I agree that you might feel lonely in some way that you haven't been consciously dealing with, perhaps, because I often find that's the case for myself. I hope it lifts soon for you.
posted by stoneandstar at 10:21 PM on March 17, 2012


John Mayer covers this topic in "Dreaming With a Broken Heart":

When you're dreaming with a broken heart
The waking up is the hardest part
You roll out of bed, and down on your knees
And for a moment you can hardly breathe
posted by jitterbug perfume at 10:36 PM on March 17, 2012


Wake up faster. Alarm goes off->jump out of bed->in the shower before your second alarm goes off a minute later. You won't have time for an existential crisis while racing into the shower. If you are tempted to turn off the alarm: why? You want to prolong the moment of feeling alone and crap? Or is there something else that you enjoy about sleeping in and are just associating with the moments of waking up?
posted by jacalata at 2:03 AM on March 18, 2012


Eating something and/or having a cup of coffee right away helps me a lot with this.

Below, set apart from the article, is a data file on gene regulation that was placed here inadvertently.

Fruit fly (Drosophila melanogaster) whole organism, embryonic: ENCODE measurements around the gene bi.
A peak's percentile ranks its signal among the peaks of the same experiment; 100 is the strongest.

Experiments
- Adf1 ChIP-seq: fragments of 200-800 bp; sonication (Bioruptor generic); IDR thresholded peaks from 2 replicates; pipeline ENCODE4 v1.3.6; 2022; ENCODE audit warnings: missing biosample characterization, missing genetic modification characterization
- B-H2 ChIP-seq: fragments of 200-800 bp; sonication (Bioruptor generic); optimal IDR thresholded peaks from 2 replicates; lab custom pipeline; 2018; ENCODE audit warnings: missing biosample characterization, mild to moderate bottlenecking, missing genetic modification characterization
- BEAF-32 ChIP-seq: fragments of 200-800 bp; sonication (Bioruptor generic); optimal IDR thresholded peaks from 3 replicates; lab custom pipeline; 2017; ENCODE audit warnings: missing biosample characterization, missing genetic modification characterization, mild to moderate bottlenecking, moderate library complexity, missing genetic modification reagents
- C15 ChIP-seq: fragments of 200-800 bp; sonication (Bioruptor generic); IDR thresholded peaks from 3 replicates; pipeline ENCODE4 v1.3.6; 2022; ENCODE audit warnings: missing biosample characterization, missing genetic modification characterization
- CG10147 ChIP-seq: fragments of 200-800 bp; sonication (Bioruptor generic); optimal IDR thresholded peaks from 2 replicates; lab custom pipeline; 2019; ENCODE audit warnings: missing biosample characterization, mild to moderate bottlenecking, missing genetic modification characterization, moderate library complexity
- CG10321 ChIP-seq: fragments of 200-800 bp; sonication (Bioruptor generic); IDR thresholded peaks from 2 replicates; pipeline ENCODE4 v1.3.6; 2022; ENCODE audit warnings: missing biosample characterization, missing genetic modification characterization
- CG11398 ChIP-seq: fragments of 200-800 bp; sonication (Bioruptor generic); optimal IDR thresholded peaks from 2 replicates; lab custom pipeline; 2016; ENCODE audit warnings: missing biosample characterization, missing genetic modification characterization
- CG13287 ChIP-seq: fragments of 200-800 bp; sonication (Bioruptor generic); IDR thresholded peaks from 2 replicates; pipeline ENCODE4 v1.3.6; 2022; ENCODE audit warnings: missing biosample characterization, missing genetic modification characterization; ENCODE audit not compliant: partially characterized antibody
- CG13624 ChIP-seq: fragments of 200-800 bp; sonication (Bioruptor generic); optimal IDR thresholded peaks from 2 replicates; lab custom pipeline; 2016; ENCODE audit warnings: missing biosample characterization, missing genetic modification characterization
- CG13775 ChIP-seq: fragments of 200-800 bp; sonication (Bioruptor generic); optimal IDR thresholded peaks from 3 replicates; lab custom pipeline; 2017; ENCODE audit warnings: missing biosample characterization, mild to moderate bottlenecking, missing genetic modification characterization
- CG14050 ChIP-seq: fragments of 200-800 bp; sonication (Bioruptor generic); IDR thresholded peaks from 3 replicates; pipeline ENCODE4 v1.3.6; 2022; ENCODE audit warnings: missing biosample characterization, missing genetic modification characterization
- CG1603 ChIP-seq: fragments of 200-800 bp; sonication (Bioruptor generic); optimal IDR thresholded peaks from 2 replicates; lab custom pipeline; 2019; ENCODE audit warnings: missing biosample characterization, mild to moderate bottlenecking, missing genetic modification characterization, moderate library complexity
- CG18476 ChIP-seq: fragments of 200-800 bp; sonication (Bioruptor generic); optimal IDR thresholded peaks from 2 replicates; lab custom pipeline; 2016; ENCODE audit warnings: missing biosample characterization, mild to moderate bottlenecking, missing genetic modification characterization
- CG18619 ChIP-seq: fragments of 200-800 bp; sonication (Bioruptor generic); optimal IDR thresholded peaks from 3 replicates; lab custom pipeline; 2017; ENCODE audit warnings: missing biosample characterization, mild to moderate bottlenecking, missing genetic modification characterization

posted by gnomeloaf at 5:46 AM on March 18, 2012


I went through something similar right after separating from my ex-husband. Persistent nightmares about dying (in a new and different way!) every night for 18 months caused the first waking moments of my day to be confusing and terrifying until I was awake enough to realize I WAS STILL ALIVE.

Luckily I was in therapy at the time and learned this is a very common component of the grieving process. Counterintuitively, I was advised to get more sleep, regardless of how much I dreaded it, being especially careful NOT to awaken during the last few critical minutes of the sleep cycle (this made a HUGE difference, but it would be impossible for me to explain how).